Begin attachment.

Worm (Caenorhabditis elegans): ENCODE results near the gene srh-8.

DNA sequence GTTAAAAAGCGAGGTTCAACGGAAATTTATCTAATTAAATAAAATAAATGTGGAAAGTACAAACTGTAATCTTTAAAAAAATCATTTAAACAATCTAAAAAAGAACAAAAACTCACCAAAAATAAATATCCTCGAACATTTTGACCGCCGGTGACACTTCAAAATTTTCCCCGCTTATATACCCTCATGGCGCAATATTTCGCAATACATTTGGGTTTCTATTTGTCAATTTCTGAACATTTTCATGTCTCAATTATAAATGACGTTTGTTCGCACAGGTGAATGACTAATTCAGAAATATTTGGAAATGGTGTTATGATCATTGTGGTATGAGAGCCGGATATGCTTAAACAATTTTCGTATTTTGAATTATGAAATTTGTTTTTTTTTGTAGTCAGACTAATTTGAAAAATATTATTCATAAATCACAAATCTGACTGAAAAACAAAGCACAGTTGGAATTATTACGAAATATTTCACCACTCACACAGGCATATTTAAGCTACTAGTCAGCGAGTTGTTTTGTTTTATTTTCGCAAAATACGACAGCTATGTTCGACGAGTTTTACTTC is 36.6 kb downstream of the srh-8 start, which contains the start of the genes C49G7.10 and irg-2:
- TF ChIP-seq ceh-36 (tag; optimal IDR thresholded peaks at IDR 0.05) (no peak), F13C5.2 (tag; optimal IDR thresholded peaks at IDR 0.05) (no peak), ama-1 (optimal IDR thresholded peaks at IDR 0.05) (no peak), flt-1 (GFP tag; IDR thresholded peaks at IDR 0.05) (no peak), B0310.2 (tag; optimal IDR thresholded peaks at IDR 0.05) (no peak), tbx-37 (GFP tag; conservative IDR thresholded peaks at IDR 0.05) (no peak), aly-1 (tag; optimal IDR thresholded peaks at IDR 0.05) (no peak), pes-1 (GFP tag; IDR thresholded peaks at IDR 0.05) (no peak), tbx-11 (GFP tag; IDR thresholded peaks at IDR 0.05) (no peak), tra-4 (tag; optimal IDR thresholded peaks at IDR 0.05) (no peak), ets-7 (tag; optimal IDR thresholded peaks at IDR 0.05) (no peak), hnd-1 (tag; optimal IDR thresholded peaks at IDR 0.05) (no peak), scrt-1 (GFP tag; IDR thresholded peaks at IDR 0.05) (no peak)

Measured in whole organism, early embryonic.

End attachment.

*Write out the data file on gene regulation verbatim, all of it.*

Worm (Caenorhabditis elegans): ENCODE results near the gene srh-8.

DNA sequence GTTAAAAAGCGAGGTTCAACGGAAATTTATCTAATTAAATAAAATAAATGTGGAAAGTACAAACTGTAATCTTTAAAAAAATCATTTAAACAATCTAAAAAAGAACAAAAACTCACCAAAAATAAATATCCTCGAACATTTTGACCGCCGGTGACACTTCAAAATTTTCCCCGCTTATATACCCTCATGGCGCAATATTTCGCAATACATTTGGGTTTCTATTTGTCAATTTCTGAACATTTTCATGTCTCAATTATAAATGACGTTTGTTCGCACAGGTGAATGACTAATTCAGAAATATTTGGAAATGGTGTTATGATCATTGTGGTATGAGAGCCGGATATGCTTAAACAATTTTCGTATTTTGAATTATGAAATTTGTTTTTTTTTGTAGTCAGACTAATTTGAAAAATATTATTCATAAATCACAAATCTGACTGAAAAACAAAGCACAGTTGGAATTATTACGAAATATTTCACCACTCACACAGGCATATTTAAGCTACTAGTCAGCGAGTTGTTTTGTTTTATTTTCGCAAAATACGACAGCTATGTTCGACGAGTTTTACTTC is 36.6 kb downstream of the srh-8 start, which contains the start of the genes C49G7.10 and irg-2:
- TF ChIP-seq ceh-36 (tag; optimal IDR thresholded peaks at IDR 0.05) (no peak), F13C5.2 (tag; optimal IDR thresholded peaks at IDR 0.05) (no peak), ama-1 (optimal IDR thresholded peaks at IDR 0.05) (no peak), flt-1 (GFP tag; IDR thresholded peaks at IDR 0.05) (no peak), B0310.2 (tag; optimal IDR thresholded peaks at IDR 0.05) (no peak), tbx-37 (GFP tag; conservative IDR thresholded peaks at IDR 0.05) (no peak), aly-1 (tag; optimal IDR thresholded peaks at IDR 0.05) (no peak), pes-1 (GFP tag; IDR thresholded peaks at IDR 0.05) (no peak), tbx-11 (GFP tag; IDR thresholded peaks at IDR 0.05) (no peak), tra-4 (tag; optimal IDR thresholded peaks at IDR 0.05) (no peak), ets-7 (tag; optimal IDR thresholded peaks at IDR 0.05) (no peak), hnd-1 (tag; optimal IDR thresholded peaks at IDR 0.05) (no peak), scrt-1 (GFP tag; IDR thresholded peaks at IDR 0.05) (no peak)

Measured in whole organism, early embryonic.